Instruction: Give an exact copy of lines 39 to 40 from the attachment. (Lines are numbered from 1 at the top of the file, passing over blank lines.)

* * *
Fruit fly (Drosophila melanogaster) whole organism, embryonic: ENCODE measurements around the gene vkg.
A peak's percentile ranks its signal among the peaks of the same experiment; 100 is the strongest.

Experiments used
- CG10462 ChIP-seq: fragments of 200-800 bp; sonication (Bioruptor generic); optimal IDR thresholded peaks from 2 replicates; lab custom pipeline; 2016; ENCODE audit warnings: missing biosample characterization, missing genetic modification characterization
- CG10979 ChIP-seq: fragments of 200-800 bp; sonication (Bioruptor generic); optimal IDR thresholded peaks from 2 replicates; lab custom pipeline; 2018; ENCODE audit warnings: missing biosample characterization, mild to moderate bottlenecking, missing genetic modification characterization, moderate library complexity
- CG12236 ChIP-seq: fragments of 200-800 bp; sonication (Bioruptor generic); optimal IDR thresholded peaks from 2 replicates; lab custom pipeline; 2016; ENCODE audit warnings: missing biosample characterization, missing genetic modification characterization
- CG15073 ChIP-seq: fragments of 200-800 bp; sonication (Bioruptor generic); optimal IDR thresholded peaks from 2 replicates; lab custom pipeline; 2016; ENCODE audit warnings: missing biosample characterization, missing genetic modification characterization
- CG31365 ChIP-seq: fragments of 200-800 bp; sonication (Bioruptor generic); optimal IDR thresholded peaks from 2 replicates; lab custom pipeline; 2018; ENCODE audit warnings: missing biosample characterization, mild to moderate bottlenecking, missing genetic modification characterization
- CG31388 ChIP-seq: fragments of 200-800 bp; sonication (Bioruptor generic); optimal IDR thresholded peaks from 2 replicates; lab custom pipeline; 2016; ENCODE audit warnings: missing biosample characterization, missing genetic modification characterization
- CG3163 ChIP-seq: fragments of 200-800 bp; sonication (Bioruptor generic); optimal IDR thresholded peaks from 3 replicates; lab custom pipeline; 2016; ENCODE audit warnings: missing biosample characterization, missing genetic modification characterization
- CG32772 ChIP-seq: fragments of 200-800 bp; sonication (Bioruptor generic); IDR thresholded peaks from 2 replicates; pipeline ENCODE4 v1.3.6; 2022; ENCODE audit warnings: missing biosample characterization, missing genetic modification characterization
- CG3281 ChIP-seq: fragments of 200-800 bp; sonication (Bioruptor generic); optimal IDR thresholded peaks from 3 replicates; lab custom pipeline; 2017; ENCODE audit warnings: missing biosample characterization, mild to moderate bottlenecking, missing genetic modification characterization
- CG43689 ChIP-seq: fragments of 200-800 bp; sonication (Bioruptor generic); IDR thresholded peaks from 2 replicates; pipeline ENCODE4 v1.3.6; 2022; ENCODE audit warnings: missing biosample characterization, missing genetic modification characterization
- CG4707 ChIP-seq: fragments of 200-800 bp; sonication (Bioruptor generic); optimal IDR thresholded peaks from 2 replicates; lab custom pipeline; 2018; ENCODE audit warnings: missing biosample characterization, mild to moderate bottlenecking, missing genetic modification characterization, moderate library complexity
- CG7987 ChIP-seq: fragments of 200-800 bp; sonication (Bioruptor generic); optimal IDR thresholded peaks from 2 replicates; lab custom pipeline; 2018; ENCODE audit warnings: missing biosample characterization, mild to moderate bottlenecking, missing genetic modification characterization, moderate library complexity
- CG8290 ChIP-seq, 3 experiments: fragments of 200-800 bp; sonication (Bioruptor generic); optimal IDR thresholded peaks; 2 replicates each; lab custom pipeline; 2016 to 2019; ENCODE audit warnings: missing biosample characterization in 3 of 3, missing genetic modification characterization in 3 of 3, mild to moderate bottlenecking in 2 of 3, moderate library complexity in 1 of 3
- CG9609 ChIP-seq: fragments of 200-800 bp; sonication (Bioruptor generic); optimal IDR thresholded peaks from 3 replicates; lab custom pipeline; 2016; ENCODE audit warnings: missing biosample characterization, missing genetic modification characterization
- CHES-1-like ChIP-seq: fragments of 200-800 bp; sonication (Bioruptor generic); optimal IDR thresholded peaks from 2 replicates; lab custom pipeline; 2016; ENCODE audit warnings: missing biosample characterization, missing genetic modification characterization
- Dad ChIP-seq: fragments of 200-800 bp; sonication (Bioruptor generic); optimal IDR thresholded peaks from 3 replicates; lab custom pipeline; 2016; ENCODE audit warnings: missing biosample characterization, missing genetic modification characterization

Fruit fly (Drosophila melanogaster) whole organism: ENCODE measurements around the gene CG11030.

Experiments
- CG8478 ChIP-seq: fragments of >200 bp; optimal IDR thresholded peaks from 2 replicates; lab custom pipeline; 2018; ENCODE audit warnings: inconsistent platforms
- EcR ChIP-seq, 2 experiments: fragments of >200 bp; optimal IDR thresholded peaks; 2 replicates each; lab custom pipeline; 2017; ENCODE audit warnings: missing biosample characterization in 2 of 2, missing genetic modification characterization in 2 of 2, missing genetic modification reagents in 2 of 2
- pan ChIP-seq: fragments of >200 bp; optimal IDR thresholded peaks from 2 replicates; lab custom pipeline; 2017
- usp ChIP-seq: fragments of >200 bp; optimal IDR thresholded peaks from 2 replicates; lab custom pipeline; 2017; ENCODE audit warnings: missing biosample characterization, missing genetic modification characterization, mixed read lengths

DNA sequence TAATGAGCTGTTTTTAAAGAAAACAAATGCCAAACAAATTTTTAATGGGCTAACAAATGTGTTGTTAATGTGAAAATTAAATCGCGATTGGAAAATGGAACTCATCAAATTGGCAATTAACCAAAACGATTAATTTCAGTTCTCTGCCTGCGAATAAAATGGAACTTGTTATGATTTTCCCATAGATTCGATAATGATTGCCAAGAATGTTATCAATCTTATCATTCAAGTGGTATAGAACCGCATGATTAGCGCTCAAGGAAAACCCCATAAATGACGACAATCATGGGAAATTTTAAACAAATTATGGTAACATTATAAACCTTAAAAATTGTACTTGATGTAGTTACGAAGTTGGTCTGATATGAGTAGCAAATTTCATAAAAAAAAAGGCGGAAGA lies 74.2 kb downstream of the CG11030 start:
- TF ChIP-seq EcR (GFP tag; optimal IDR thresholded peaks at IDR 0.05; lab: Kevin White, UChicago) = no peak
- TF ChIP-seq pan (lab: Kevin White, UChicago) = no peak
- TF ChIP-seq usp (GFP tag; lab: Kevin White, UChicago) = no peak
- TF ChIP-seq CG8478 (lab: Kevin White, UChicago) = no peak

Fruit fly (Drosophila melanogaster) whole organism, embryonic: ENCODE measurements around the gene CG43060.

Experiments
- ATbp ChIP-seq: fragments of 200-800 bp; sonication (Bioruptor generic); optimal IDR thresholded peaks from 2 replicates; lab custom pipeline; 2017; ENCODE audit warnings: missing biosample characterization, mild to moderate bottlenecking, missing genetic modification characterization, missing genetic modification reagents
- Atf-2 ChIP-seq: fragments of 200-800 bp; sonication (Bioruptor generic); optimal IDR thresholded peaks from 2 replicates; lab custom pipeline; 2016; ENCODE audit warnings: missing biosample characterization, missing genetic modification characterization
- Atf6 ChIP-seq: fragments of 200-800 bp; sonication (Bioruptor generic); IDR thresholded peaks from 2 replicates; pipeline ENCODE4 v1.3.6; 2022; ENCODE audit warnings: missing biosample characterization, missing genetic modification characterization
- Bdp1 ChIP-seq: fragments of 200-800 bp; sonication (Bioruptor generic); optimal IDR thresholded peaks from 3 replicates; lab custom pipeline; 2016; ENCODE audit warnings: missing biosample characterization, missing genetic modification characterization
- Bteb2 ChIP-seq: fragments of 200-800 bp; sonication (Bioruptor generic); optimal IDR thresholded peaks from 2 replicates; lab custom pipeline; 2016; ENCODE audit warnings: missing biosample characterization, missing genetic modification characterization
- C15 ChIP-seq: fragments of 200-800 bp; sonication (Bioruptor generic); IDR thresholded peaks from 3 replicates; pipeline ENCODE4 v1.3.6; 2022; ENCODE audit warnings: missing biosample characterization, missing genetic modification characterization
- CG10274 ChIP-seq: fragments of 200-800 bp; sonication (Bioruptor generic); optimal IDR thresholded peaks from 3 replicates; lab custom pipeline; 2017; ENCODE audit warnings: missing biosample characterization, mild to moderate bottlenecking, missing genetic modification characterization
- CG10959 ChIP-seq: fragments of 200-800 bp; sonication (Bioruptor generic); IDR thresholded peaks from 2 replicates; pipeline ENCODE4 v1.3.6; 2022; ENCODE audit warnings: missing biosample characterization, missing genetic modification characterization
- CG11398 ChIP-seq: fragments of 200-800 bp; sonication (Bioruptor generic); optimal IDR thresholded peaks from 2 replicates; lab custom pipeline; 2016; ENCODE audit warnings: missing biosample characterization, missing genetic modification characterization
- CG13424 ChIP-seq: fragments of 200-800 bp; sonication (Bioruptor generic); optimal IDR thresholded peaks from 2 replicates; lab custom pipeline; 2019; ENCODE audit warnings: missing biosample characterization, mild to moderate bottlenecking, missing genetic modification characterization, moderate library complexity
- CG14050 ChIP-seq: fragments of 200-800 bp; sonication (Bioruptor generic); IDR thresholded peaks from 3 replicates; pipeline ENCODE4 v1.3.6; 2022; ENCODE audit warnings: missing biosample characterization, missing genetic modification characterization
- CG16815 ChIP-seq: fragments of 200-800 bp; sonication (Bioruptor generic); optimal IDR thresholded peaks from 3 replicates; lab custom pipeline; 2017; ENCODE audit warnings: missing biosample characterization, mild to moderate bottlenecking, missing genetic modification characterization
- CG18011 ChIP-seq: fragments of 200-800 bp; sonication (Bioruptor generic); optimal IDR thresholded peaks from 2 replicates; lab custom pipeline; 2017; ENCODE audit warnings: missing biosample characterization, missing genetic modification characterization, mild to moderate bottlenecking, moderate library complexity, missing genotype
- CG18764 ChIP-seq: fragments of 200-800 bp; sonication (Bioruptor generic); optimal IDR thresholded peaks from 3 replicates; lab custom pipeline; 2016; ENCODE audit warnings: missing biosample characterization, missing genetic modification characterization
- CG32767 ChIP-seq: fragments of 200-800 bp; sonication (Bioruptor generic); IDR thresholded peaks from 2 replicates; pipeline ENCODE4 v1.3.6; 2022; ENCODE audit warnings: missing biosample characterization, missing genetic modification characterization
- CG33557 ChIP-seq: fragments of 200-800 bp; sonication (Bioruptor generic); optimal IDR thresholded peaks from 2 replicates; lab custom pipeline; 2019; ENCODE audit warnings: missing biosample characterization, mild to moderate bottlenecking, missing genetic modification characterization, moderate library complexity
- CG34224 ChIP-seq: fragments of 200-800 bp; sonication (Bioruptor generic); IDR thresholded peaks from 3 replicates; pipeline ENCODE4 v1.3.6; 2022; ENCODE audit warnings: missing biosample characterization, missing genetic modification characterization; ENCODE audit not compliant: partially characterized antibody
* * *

- CG10274 ChIP-seq: fragments of 200-800 bp; sonication (Bioruptor generic); optimal IDR thresholded peaks from 3 replicates; lab custom pipeline; 2017; ENCODE audit warnings: missing biosample characterization, mild to moderate bottlenecking, missing genetic modification characterization
- CG10959 ChIP-seq: fragments of 200-800 bp; sonication (Bioruptor generic); IDR thresholded peaks from 2 replicates; pipeline ENCODE4 v1.3.6; 2022; ENCODE audit warnings: missing biosample characterization, missing genetic modification characterization